The transport component 402 and the networking component 403 provide the necessary operations for communication over the particular type of network adapter 160 and networking medium 170 according to implementation. For example, networking component 402 may provide the TCP or ADSP protocols and packetizing, according to those respective standards.
The conference component's main function is to establish and maintain a bi-directional connection between every member of a conference. Conferencing applications use a preestablished control channel to exchange control data that is pertinent to the conference. This data might include user identification information or other information that is germane to the application's operation. Conferencing applications (e.g., 401) define the format and content of these control messages by establishing their own control protocols. The conferencing component further establishes communication channels between a first endpoint and a second endpoint, using the underlying transport component 402. Thus, once a media channel has been established, the conference component uses the transport component 402's media channel which is provided for transmission of media and non-media information.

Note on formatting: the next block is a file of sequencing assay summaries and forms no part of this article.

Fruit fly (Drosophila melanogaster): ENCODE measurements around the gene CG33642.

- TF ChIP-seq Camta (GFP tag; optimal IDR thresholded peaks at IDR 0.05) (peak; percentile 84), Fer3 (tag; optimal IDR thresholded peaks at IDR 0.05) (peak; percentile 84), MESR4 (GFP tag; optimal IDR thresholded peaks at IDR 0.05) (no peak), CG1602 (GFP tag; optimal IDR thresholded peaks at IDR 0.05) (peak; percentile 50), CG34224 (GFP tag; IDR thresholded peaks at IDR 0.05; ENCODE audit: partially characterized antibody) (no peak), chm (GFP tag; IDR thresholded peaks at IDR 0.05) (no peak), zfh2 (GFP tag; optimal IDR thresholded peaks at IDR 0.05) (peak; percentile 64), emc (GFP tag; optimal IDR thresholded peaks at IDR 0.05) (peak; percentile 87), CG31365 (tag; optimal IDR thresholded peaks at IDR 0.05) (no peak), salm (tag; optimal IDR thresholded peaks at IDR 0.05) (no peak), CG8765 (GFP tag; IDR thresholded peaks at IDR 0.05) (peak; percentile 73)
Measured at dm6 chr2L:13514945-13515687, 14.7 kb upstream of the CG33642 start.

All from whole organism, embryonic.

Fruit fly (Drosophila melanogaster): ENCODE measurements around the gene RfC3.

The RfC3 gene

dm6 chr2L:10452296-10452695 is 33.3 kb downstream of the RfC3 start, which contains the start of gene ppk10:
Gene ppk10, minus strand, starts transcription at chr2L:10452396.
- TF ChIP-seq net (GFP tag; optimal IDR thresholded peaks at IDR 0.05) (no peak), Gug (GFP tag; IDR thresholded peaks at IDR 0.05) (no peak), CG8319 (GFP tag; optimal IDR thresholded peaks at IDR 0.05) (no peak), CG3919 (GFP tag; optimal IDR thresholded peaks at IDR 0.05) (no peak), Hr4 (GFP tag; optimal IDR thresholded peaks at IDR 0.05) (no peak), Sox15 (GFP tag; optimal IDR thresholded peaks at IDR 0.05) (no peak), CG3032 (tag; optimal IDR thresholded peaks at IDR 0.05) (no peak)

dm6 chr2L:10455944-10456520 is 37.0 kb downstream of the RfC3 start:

The application program 401 controls the accessories and conference component 400 by the issuance of API calls. The conference component operates using an event-driven model wherein events are passed serially through the accessories. If the event is pertinent to the accessory, the accessory may consume the event. Otherwise, it is passed through each accessory until it reaches the application. The application (or accessory) can then take appropriate action either by modifying internal local data structures and/or issuance of appropriate messages over the network to other connected participants, or potential participants. According to messages received by the conference component, a current context and API calls from the application, the conference component can take appropriate action. Two API calls which are particularly applicable to an accessory environment are MTConferenceGetError( ) and MTConferenceSetScrapSynchronizationProc( ). When a certain error occurs, the application may then make the MTConferenceGetError( ) API call to determine the actual cause of the error. GetError API call will return the cause of the error and then clear the error. Such errors are, for example, when an accessory tries and is unable to create its window. The GetError call may then return an error code indicating e.g. insufficient memory. The Scrap Synchronization call handles the case where editing (e.g., cutting and pasting) is performed in the accessory windows. If the application maintains a private copy of the scrap, the Scrap Synchronization must be used to ensure consistency during operations involving the scrap. To ensure the correct operation, the application must update the system scrap since moving between the accessory windows will not generally cause an update as would be the case of moving between applications. Thus, this call forces an update of system scrap. Other API calls relevant to accessories are discussed below.